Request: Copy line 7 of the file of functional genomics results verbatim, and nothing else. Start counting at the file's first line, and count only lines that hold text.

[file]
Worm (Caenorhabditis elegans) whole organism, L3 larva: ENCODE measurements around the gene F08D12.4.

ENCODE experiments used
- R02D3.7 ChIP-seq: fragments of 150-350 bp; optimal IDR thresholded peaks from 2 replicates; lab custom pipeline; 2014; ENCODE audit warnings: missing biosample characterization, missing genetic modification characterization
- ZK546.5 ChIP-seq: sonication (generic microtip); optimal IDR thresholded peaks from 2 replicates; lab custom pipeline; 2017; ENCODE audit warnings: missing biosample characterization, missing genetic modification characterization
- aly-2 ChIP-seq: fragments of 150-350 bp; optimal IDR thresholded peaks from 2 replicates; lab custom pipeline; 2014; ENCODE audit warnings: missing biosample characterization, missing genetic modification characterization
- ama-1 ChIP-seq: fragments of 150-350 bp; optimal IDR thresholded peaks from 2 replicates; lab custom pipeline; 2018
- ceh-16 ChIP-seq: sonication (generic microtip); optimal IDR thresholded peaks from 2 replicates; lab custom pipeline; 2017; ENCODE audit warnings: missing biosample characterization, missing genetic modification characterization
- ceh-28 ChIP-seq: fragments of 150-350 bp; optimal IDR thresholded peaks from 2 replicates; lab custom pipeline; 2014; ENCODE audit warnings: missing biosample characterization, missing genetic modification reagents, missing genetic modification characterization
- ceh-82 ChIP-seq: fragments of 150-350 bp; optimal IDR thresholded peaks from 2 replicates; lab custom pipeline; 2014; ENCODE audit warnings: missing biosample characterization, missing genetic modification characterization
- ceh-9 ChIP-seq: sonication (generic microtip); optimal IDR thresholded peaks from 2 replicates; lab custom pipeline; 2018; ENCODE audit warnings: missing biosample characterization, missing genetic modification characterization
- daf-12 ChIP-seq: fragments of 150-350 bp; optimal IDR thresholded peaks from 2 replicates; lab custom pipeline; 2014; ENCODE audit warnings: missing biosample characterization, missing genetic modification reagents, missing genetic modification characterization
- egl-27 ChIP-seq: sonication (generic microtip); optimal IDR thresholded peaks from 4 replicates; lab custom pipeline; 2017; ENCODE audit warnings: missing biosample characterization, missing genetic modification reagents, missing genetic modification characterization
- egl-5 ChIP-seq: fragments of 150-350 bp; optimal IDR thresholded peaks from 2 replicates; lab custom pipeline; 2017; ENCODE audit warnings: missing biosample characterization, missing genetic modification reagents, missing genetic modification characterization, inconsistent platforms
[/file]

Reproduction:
- ceh-16 ChIP-seq: sonication (generic microtip); optimal IDR thresholded peaks from 2 replicates; lab custom pipeline; 2017; ENCODE audit warnings: missing biosample characterization, missing genetic modification characterization